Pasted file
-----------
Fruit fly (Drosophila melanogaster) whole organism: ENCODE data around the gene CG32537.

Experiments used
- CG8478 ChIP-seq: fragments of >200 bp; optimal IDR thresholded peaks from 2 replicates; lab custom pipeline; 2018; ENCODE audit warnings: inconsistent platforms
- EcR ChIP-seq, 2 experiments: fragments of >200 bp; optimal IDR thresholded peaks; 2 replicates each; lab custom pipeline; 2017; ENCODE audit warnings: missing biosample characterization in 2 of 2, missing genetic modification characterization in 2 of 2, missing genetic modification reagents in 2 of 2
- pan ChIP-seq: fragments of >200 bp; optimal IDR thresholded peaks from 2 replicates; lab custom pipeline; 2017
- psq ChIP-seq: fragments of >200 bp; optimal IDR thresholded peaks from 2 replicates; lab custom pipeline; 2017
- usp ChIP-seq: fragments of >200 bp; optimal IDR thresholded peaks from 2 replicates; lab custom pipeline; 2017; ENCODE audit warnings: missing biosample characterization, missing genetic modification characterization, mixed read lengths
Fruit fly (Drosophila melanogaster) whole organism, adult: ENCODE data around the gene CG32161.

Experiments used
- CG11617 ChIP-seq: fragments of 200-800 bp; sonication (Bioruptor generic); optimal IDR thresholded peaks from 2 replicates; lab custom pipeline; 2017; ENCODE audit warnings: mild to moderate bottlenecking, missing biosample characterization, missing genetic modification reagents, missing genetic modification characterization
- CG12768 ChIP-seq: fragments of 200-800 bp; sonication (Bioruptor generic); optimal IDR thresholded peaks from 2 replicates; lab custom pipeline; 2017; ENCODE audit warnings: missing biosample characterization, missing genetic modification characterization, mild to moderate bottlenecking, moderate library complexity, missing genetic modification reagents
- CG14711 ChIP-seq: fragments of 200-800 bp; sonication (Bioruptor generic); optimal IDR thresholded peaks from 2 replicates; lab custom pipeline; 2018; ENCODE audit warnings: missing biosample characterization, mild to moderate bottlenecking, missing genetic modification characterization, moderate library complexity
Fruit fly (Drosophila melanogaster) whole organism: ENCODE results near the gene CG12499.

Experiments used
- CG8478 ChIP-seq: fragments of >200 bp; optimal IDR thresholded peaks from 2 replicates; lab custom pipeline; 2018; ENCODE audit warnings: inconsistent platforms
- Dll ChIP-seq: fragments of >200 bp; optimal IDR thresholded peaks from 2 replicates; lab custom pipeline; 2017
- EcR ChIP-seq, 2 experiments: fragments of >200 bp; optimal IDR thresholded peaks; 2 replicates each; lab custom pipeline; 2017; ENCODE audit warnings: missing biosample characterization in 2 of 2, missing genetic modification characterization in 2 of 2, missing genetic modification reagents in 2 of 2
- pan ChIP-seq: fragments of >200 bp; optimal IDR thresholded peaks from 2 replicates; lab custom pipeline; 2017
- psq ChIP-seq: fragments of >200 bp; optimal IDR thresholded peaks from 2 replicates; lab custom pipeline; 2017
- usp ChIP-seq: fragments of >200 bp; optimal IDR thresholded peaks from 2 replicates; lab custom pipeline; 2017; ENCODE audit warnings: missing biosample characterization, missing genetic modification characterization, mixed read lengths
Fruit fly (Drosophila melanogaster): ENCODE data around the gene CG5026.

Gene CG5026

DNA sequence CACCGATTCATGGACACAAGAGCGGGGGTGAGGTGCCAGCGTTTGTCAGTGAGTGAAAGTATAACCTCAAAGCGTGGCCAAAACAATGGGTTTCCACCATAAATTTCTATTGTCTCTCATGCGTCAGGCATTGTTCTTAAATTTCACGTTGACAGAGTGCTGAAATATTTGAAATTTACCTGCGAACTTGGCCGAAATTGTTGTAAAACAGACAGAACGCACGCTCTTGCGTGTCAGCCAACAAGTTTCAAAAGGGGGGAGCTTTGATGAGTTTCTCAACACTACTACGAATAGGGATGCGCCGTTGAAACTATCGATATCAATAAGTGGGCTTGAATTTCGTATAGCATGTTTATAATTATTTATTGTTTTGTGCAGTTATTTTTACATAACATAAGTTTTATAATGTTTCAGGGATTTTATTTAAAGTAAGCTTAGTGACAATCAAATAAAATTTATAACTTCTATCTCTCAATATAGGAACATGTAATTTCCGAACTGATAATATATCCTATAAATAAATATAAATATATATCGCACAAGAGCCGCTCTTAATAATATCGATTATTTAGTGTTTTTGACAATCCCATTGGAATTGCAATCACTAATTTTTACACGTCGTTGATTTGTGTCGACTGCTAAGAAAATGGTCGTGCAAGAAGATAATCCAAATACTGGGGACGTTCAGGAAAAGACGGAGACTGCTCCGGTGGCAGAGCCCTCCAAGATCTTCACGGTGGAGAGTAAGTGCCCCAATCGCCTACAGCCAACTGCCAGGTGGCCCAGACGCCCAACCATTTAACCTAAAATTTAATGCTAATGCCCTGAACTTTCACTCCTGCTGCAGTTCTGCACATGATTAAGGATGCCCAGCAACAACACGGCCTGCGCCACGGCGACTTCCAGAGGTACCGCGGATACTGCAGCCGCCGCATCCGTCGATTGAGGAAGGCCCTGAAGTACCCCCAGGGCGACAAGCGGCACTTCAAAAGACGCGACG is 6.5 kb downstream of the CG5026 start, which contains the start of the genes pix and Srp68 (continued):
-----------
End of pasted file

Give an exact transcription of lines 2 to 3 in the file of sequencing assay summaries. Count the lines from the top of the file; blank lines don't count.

Experiments used
- CG8478 ChIP-seq: fragments of >200 bp; optimal IDR thresholded peaks from 2 replicates; lab custom pipeline; 2018; ENCODE audit warnings: inconsistent platforms